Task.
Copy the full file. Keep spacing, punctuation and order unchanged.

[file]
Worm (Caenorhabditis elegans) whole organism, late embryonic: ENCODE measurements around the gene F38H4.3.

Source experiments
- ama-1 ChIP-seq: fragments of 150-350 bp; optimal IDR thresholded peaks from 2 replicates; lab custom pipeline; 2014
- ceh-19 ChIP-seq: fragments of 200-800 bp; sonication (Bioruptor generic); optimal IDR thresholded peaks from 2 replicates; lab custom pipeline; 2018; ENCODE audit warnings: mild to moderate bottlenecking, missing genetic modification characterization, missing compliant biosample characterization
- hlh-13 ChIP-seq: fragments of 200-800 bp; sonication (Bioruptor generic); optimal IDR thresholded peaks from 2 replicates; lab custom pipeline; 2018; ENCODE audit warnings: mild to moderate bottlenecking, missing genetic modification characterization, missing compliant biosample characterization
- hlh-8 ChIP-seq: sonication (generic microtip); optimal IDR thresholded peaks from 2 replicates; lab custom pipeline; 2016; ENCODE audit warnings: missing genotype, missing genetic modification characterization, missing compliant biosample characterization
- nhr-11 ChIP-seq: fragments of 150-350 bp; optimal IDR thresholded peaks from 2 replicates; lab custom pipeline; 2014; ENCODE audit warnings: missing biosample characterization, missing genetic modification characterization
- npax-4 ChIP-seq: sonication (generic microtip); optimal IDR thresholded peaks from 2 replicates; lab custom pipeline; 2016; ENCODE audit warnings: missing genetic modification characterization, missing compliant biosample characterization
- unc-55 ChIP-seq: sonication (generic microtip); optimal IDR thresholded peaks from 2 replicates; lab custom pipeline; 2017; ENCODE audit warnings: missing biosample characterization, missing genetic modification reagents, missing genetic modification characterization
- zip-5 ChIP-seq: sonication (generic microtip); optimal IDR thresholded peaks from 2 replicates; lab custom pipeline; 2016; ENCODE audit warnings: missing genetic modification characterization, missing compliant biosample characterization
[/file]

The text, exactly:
Worm (Caenorhabditis elegans) whole organism, late embryonic: ENCODE measurements around the gene F38H4.3.

Source experiments
- ama-1 ChIP-seq: fragments of 150-350 bp; optimal IDR thresholded peaks from 2 replicates; lab custom pipeline; 2014
- ceh-19 ChIP-seq: fragments of 200-800 bp; sonication (Bioruptor generic); optimal IDR thresholded peaks from 2 replicates; lab custom pipeline; 2018; ENCODE audit warnings: mild to moderate bottlenecking, missing genetic modification characterization, missing compliant biosample characterization
- hlh-13 ChIP-seq: fragments of 200-800 bp; sonication (Bioruptor generic); optimal IDR thresholded peaks from 2 replicates; lab custom pipeline; 2018; ENCODE audit warnings: mild to moderate bottlenecking, missing genetic modification characterization, missing compliant biosample characterization
- hlh-8 ChIP-seq: sonication (generic microtip); optimal IDR thresholded peaks from 2 replicates; lab custom pipeline; 2016; ENCODE audit warnings: missing genotype, missing genetic modification characterization, missing compliant biosample characterization
- nhr-11 ChIP-seq: fragments of 150-350 bp; optimal IDR thresholded peaks from 2 replicates; lab custom pipeline; 2014; ENCODE audit warnings: missing biosample characterization, missing genetic modification characterization
- npax-4 ChIP-seq: sonication (generic microtip); optimal IDR thresholded peaks from 2 replicates; lab custom pipeline; 2016; ENCODE audit warnings: missing genetic modification characterization, missing compliant biosample characterization
- unc-55 ChIP-seq: sonication (generic microtip); optimal IDR thresholded peaks from 2 replicates; lab custom pipeline; 2017; ENCODE audit warnings: missing biosample characterization, missing genetic modification reagents, missing genetic modification characterization
- zip-5 ChIP-seq: sonication (generic microtip); optimal IDR thresholded peaks from 2 replicates; lab custom pipeline; 2016; ENCODE audit warnings: missing genetic modification characterization, missing compliant biosample characterization